As the documentation requirements and survey questions are finalized, the database can be developed with the primary linking field set to the same coding system used to identify each unique feature in the site map. The database developer must keep in mind the ultimate requirements and intended uses of the data and develop data fields, forms, and reports accordingly. A data field that forces surveyors to select from a pre-selected list of materials would map more meaningfully than a field that allowed any text (and any spelling), or numerous yes/no answers. The use of numbers to value-weight defined terms enables qualitative assessment terms to be used quantitatively, leading to more meaningful maps, and comparisons and summarization of data. If possible, the database should work both through the paper form and hand-held PDA data collection.
|Example of a Printed Form|
The database forms shown here were designed to make it easy for the surveyors to enter data directly from their paper survey forms. A special module can be added to the forms and reports to link to images outside of the database. Having the photographs available during data entry is an excellent way to reduce errors and allow for an additional check of details and conditions.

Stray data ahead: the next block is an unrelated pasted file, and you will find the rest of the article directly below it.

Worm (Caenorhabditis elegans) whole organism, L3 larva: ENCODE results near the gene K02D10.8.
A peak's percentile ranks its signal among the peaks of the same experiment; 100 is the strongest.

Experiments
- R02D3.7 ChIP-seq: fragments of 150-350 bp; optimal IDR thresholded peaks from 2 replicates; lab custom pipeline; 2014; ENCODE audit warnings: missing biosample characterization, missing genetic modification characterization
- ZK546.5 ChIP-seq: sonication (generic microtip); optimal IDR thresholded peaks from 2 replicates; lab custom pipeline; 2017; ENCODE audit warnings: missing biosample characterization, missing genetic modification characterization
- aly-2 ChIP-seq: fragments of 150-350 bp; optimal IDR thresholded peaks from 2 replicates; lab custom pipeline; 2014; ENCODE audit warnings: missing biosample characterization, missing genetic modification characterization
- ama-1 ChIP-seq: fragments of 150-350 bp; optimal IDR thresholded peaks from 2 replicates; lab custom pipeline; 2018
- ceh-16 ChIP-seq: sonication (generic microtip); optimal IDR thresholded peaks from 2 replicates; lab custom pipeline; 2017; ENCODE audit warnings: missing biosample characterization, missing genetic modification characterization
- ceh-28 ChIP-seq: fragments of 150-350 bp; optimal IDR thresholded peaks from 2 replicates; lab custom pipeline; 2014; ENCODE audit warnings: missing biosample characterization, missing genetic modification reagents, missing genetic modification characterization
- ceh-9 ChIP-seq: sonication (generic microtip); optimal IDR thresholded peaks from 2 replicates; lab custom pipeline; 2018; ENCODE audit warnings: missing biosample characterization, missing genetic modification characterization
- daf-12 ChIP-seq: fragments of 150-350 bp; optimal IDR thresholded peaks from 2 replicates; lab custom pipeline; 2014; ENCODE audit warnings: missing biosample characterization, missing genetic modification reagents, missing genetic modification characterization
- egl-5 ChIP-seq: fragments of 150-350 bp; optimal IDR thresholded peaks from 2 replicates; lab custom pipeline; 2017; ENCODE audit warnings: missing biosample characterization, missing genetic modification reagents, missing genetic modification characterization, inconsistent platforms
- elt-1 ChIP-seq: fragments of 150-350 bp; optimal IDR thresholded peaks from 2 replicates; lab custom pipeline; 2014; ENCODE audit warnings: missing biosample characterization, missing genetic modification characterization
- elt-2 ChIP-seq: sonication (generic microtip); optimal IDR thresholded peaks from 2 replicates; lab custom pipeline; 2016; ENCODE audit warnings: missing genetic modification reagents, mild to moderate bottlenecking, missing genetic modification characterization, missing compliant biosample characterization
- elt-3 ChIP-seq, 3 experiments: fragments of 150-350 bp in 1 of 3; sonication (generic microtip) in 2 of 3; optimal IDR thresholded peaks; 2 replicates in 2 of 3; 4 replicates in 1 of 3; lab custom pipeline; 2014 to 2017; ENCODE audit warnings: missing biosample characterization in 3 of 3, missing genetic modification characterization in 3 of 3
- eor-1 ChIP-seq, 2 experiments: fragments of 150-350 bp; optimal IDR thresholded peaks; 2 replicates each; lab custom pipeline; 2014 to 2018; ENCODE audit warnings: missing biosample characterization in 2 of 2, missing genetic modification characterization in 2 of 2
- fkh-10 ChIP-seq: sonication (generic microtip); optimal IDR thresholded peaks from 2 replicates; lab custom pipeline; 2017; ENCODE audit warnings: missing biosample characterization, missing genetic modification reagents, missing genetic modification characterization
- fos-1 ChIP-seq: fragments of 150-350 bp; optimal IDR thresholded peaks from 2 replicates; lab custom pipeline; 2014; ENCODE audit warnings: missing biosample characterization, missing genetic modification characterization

Database reports can be developed to sort and print out the data at many levels. Should the database application later be made available on a Web site, this same database can serve up the information to user queries as was done for the University of Pennsylvania work at St. Louis Cemetery No. 1 in New Orleans. www.noladeadspace.org
|Example of Data Entry Options|
|Example of a Data Entry Screen|